September 10, 2020

Fewer Undecided Voters Means Less Volatility This November

It's generally accepted that the pool of undecided voters this year is about half of what it was in 2016. In fact, when averaging the last five national polls (via Real Clear Politics) we see that about 5% can't decide who they will vote for this time—while in the comparable period in 2016 the average undecided vote was about 10%. Another difference this year is that third-party alternatives are far less robust than they were in 2016—when Libertarian Gary Johnson actually ended up with about 3% of the popular vote. Neither the Libertarian Party nor the Green Party have anywhere near that level of support in polls this year. 

One of the reasons Donald Trump defeated Hillary Clinton four years ago was by winning over most of the undecided voters in key swing states. That reservoir of potential support is much less exploitable this year—the numbers just aren't there. And, most polls show that about two-thirds of undecideds would lean toward Biden anyway—if forced to choose. So, if Trump can only pull from the remaining pool of about 2% of undecideds, it will be very hard for him to make up his current deficit of around 7 points.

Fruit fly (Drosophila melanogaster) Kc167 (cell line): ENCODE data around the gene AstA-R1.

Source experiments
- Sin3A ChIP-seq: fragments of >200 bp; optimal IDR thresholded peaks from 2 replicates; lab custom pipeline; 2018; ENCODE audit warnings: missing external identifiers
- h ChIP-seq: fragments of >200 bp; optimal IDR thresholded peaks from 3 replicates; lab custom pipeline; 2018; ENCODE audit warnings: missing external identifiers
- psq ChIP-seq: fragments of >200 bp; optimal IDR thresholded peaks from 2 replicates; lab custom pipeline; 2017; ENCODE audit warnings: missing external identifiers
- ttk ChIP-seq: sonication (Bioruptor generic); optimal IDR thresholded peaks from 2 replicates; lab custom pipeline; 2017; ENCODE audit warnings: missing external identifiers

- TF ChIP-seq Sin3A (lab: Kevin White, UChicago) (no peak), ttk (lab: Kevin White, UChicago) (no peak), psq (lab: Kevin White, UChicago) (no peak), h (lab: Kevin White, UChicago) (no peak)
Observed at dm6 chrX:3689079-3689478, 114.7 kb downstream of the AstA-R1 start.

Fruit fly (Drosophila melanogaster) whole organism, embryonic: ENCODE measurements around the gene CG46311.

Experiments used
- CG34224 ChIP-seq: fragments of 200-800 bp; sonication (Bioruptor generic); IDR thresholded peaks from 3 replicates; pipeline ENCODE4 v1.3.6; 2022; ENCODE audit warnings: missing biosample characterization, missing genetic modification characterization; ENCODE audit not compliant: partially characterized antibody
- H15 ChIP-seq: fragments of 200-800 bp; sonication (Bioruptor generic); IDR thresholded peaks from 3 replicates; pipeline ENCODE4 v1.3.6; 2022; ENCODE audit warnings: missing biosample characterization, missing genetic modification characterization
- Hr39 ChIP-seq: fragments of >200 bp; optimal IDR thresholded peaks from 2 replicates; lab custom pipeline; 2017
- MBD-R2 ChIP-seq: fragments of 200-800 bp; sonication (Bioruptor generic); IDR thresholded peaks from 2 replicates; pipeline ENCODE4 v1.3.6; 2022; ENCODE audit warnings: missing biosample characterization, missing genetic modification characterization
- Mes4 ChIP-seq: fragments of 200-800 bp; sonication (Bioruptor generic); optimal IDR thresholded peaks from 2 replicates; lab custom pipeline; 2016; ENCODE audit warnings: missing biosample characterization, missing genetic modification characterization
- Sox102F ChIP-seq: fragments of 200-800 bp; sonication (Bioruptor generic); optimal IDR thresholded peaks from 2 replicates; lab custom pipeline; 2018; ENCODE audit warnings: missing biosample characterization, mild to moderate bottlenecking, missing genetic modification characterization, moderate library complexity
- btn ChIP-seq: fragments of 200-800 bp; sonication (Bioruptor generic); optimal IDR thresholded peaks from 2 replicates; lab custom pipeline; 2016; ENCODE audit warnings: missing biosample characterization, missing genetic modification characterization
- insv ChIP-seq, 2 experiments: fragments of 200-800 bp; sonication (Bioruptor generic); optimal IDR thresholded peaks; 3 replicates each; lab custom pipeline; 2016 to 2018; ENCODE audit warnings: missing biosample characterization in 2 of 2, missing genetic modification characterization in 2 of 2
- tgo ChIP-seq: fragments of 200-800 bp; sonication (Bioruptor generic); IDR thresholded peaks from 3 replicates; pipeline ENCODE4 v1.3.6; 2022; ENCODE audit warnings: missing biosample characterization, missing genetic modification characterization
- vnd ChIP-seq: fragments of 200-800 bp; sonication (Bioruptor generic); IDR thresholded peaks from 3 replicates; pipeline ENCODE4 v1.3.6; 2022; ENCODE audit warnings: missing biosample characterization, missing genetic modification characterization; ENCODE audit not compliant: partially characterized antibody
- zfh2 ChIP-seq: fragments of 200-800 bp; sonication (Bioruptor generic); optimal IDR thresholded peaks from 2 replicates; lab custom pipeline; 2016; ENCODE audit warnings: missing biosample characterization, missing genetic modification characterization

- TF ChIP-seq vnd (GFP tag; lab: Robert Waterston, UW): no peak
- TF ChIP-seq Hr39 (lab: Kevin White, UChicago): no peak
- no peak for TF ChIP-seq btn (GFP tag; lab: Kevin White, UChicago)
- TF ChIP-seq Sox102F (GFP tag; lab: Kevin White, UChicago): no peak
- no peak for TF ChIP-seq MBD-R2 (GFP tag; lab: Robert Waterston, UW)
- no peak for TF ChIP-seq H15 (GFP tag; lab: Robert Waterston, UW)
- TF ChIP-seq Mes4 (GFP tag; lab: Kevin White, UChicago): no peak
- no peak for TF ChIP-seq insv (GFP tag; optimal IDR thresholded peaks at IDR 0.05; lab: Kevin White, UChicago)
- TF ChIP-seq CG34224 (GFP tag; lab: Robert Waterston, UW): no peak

Having said this, all indications are that this race is tightening—both nationally and in key battleground states. If the margin shrinks further over the next eight weeks (which it is likely to do), then the opportunity to "harvest" undecided voters could become more meaningful. Once again, as in 2016, this dynamic will be more important is swing states like Pennsylvania, Wisconsin, Michigan and Florida.

Nevertheless, the chance that undecided voters will ultimately 'decide' the 2020 winner is pretty remote.